Five months after being transferred into private hands, Awash Winery is eyeing an increase in its production, over three years, from seven million litres to 20 million litres. The Winery has also been using the expertise of foreign nationals to improve the taste of its wine branded as Axumite and Gouder. One such expert is Philip Pritchard, a senior advisor, with several years of experience in China, who was persuaded to come to Ethiopia by Bob Geldof, the knighted Irish rock star and activist, who owns a stake in the company.
Awash currently bottles seven million litres of wine annually. It plans to boost production under 12 brands, including the well-known Axumite, Awash and Gouder names.
Gouder is a national brand Geldof first tasted in 1984, when he got back from areas of drought in the north that had taken the world by shock. The 1984-85 Ethiopian famine had prompted many such as Geldof to galvanize the international community for help. He is known to be a force behind a LiveAid concert, a phenomenal event that was the first to get broadcast live across the world for the first time, and as a result raised over 100 million dollars for charity.
“I was back from Korem,” Geldof recalled. “I was tired, exhausted, and in a mess. I was craving for good meal and a drink.”
Geldof was taken to the Castle Castelli Restaurant, Cunningham St, in Piazza area. The wine he had was Gouder. Thirty years later, Geldof was at the same restaurant on Thursday night, January 30, 2014, where he dined with several Ethiopians, including Berhane Deressa, former mayor of Addis Abeba, who Geldof said was the first Ethiopian he had met back in the mid 1980s.
Geldof raised his glass last week to the wellbeing of a people he came to help during the darkest period of their history.
“I had thought I would be coming here perhaps twice; that was it,” he told Fortune. “Here I am, attached to these people forever.”
He was not a causal consumer of Gouder last week though. The private equity firm he chairs, 8Miles, owns Blue Nile, a company which acquired the 70-year old winery based in Addis Abeba and vineyard near the town of Ziway from the Ethiopian Privatization & Public Enterprises Supervising Agency (PPESA).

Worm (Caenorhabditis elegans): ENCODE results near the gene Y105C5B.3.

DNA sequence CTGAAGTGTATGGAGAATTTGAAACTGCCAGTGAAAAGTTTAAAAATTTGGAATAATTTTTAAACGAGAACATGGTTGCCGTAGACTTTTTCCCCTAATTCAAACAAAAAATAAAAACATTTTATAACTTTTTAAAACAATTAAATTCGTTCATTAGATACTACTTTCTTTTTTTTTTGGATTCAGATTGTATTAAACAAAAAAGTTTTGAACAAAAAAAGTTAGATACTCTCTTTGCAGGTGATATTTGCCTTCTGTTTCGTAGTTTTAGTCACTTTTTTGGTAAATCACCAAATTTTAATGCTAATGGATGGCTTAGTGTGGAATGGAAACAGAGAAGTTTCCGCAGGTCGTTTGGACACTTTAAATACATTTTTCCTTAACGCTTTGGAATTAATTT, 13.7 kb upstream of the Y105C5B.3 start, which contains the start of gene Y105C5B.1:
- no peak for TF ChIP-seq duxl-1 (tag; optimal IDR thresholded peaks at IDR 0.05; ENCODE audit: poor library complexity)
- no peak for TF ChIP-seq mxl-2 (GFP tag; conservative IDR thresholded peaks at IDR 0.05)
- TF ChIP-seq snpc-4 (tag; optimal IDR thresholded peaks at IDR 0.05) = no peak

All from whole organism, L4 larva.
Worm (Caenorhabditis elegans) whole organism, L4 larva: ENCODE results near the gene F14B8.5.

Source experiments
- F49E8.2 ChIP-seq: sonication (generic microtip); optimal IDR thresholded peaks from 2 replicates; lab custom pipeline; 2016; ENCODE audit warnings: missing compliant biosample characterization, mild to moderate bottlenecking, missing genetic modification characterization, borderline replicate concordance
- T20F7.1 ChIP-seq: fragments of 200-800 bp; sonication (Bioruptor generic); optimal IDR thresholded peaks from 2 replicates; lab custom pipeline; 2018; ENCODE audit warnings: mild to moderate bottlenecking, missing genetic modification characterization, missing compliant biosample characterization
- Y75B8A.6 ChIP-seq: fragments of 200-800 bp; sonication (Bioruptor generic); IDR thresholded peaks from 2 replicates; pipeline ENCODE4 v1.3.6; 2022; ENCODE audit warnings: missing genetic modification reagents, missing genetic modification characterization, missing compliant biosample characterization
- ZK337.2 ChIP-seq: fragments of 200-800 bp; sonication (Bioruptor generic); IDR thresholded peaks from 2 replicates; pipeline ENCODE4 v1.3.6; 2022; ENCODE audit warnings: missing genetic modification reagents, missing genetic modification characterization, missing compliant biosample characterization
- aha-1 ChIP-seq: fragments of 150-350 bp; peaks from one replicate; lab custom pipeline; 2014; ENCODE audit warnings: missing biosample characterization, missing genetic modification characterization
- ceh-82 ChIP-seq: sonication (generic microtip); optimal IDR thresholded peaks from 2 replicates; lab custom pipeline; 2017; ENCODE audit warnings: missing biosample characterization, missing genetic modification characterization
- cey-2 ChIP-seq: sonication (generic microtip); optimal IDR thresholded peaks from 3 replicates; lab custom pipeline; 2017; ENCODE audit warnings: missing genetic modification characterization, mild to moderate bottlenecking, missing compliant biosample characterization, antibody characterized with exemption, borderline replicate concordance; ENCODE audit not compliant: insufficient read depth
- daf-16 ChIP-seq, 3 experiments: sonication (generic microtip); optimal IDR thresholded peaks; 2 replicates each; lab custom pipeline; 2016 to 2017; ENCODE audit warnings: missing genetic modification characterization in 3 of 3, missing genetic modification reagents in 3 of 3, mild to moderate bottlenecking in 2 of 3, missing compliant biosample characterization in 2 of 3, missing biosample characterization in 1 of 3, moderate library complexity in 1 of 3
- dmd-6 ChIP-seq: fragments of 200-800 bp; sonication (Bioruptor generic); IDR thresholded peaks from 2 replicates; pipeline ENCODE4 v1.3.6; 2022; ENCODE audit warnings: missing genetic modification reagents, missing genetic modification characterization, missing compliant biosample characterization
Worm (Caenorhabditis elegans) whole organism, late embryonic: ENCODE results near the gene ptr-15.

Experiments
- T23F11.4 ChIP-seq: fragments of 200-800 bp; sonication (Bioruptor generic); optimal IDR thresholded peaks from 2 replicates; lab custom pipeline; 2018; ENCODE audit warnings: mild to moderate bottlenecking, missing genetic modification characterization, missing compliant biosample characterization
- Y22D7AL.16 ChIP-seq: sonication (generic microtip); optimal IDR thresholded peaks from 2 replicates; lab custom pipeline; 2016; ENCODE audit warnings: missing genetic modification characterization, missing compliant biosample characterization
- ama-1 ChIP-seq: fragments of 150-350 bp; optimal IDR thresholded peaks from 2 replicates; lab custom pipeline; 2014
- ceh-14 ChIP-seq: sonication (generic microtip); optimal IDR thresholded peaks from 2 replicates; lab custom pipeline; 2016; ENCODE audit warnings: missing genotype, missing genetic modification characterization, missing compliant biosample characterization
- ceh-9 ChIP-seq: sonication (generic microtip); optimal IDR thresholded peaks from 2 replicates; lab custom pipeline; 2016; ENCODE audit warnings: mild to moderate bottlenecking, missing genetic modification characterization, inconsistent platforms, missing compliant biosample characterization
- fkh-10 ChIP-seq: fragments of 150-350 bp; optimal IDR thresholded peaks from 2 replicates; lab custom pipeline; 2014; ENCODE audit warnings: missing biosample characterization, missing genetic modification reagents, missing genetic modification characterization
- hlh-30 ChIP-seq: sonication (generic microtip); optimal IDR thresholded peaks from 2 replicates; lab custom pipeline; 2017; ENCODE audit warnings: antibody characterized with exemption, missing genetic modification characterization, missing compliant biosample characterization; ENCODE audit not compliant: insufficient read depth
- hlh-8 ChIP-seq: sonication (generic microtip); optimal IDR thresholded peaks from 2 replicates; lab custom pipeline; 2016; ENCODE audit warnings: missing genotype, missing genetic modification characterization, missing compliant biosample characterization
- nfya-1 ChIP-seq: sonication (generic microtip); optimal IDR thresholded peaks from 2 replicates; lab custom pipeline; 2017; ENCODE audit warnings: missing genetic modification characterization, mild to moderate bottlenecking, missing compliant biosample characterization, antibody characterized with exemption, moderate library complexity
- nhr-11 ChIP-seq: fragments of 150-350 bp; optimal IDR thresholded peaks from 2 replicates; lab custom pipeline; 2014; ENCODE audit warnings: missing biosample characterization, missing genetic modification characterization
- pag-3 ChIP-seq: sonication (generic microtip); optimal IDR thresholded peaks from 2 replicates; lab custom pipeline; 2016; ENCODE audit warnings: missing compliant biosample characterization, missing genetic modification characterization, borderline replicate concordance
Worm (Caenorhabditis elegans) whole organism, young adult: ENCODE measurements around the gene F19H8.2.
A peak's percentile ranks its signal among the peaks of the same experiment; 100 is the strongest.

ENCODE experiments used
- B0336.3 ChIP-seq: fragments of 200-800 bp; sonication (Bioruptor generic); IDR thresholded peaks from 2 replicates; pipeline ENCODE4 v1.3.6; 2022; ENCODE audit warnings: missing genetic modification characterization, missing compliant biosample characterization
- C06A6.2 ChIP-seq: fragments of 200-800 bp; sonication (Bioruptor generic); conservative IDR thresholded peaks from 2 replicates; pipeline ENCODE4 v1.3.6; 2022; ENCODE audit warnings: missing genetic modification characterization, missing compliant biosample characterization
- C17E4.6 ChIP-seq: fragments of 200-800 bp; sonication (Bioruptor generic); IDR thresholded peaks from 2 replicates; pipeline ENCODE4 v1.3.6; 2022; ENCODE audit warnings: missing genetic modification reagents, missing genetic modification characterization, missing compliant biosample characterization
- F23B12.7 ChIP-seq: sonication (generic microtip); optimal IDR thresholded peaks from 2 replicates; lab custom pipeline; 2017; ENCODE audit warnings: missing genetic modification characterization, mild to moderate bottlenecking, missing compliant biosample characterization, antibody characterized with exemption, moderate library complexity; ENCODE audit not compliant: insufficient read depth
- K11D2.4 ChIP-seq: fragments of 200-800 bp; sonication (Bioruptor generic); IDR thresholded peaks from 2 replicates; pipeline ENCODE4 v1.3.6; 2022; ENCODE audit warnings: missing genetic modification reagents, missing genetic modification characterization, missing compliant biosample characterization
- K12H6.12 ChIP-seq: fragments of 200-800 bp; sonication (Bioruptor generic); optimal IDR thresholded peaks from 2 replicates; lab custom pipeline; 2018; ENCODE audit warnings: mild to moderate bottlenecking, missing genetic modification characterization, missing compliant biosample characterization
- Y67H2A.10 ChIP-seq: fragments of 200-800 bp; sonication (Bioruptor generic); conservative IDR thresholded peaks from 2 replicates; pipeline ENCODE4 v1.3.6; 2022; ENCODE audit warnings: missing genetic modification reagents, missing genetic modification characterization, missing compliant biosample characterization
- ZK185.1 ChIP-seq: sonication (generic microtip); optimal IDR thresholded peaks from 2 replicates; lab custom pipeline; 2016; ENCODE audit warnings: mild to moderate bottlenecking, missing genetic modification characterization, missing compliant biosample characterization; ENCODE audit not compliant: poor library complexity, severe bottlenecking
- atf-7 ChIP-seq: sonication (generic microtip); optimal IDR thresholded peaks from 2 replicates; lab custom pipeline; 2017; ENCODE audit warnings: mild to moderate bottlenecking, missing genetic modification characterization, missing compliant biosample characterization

A great fan of the late Meles Zenawi, but also straight talker to the power that be, Geldof says he decided to get involved in the winery hoping to see the factory expands and improve in order to provide additional employment. The previous owner, the Upper Awash Agro Industry, has 517 employees, 32 whom are permanent.
Geldof sees his engagement in the share company as part of his progression from aid to investment and development.
“I’m tired of talking too much about aid to Africa,” he told Fortune. “We rather need job opportunities, transfer of technology and also transfer of skills.”
The improvement process involves changes in both the process of farming and bottling.
Italian investors first established the vineyard, with a 547hct of farmland, in 1943. The Winery, whose factory is located in the Lideta District of Addis, has a 500hct farm in Merti Jirsu, which was previously owned by the Upper Awash Agro Industry, and a 42hct plot in Zeway, about 163Kms south of Addis Abeba. It was nationalized following the 1974 revolution, and remained under the state’s ownership until it was privatized in 2012, for 458 million Br.
Ethiopia Imported 10,637hl of wine in the 2011/12 fiscal year, at a cost of 27.8 million dollars, according to the Ethiopian Customs & Revenue Authority (ERCA). The volume and value of imported wine showed 10.5pc and 12pc increments, respectively, compared with the previous year. However, according to 2011 figures from Data Monitor, a market analysis website, latent demand for wine in Ethiopia is estimated at 50,687hl.
Geldof walked through the farm in the Awash Melkasa area on Tuesday for the first time since the acquisition. The 63-year-old rock star was impressed with the progress on the farm.
“The good weather and soil helps to increase production,” he said during the two-hour visit.
Currently, 136hct has been used, where over a million seedlings are being transplanted. The application of new technology and an irrigation system, which are conducive to the effectiveness of the farm, are some of the new things Geldof said he was impressed with.
The transfer in technology and skills, he said, expedites development and ends dependency in Ethiopia.
“Our priorities are expanding the farm, since the shareholders will not get a profit for the next four years,” says Mulugeta Tesfakiros, a businessman who operates several companies under Muller Industries, including Muller Real Estate and the Langano Bekele Molla Hotel. His company owns 49pc of Blue Nile. “We hope to benefit from the popularity of Geldof.”
The company has brought eight wine experts from the international wine industry, not only for better handling of the farm and the factory, but also for the transfer of skills to empower the local experts, said Mulugeta.
Geldof told those at the dinner at Castelli, including Dawit Zewdie (PhD), chairman of Africa Humanitarian Action, Elleni Gebremadhin (PhD), former CEO of Ethiopian Commodities Exchange , and Sebhat Nega, a veteran politician in the ruling party, he would like to see Awash takes the taste of its wines to an international standard, thus competing with those imported to the country. The volume and value of imported wine showed 10.5pc and 12pc increase, respectively, compared with the previous year.
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